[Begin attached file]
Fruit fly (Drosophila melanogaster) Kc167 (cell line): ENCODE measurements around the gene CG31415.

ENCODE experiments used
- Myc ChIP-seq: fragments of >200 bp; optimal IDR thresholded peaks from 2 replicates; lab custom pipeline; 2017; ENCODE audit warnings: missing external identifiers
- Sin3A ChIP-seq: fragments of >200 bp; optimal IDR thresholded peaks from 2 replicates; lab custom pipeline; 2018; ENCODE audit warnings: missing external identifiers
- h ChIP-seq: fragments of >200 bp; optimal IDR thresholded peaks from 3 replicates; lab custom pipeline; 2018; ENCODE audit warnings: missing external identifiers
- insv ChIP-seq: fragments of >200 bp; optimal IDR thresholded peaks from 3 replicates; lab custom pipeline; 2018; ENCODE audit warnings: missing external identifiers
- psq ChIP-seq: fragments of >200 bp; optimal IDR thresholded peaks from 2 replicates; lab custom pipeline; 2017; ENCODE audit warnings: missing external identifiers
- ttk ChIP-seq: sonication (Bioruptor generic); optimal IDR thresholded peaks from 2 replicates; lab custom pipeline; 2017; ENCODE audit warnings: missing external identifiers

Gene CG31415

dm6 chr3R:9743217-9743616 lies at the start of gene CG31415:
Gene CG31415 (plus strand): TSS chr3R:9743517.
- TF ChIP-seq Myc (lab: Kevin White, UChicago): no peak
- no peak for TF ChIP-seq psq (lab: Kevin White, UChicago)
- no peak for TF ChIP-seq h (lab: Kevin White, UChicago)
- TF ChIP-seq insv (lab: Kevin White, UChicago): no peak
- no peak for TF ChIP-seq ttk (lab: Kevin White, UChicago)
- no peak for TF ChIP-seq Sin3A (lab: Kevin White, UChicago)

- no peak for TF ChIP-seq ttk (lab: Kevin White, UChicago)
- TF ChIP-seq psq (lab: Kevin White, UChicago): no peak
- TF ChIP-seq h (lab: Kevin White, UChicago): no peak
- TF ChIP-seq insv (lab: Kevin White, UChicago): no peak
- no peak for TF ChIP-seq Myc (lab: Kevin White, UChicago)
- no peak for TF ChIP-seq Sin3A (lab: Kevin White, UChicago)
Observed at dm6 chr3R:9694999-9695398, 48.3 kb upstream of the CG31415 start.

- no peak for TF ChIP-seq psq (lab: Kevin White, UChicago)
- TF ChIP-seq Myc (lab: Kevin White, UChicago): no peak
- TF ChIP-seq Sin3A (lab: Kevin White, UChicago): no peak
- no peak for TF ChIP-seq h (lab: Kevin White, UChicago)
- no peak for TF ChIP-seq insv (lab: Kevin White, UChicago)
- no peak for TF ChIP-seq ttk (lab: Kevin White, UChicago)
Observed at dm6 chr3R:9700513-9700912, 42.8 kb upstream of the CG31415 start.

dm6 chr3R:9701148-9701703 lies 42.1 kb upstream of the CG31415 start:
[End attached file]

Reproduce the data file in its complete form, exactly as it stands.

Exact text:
Fruit fly (Drosophila melanogaster) Kc167 (cell line): ENCODE measurements around the gene CG31415.

ENCODE experiments used
- Myc ChIP-seq: fragments of >200 bp; optimal IDR thresholded peaks from 2 replicates; lab custom pipeline; 2017; ENCODE audit warnings: missing external identifiers
- Sin3A ChIP-seq: fragments of >200 bp; optimal IDR thresholded peaks from 2 replicates; lab custom pipeline; 2018; ENCODE audit warnings: missing external identifiers
- h ChIP-seq: fragments of >200 bp; optimal IDR thresholded peaks from 3 replicates; lab custom pipeline; 2018; ENCODE audit warnings: missing external identifiers
- insv ChIP-seq: fragments of >200 bp; optimal IDR thresholded peaks from 3 replicates; lab custom pipeline; 2018; ENCODE audit warnings: missing external identifiers
- psq ChIP-seq: fragments of >200 bp; optimal IDR thresholded peaks from 2 replicates; lab custom pipeline; 2017; ENCODE audit warnings: missing external identifiers
- ttk ChIP-seq: sonication (Bioruptor generic); optimal IDR thresholded peaks from 2 replicates; lab custom pipeline; 2017; ENCODE audit warnings: missing external identifiers

Gene CG31415

dm6 chr3R:9743217-9743616 lies at the start of gene CG31415:
Gene CG31415 (plus strand): TSS chr3R:9743517.
- TF ChIP-seq Myc (lab: Kevin White, UChicago): no peak
- no peak for TF ChIP-seq psq (lab: Kevin White, UChicago)
- no peak for TF ChIP-seq h (lab: Kevin White, UChicago)
- TF ChIP-seq insv (lab: Kevin White, UChicago): no peak
- no peak for TF ChIP-seq ttk (lab: Kevin White, UChicago)
- no peak for TF ChIP-seq Sin3A (lab: Kevin White, UChicago)

- no peak for TF ChIP-seq ttk (lab: Kevin White, UChicago)
- TF ChIP-seq psq (lab: Kevin White, UChicago): no peak
- TF ChIP-seq h (lab: Kevin White, UChicago): no peak
- TF ChIP-seq insv (lab: Kevin White, UChicago): no peak
- no peak for TF ChIP-seq Myc (lab: Kevin White, UChicago)
- no peak for TF ChIP-seq Sin3A (lab: Kevin White, UChicago)
Observed at dm6 chr3R:9694999-9695398, 48.3 kb upstream of the CG31415 start.

- no peak for TF ChIP-seq psq (lab: Kevin White, UChicago)
- TF ChIP-seq Myc (lab: Kevin White, UChicago): no peak
- TF ChIP-seq Sin3A (lab: Kevin White, UChicago): no peak
- no peak for TF ChIP-seq h (lab: Kevin White, UChicago)
- no peak for TF ChIP-seq insv (lab: Kevin White, UChicago)
- no peak for TF ChIP-seq ttk (lab: Kevin White, UChicago)
Observed at dm6 chr3R:9700513-9700912, 42.8 kb upstream of the CG31415 start.

dm6 chr3R:9701148-9701703 lies 42.1 kb upstream of the CG31415 start: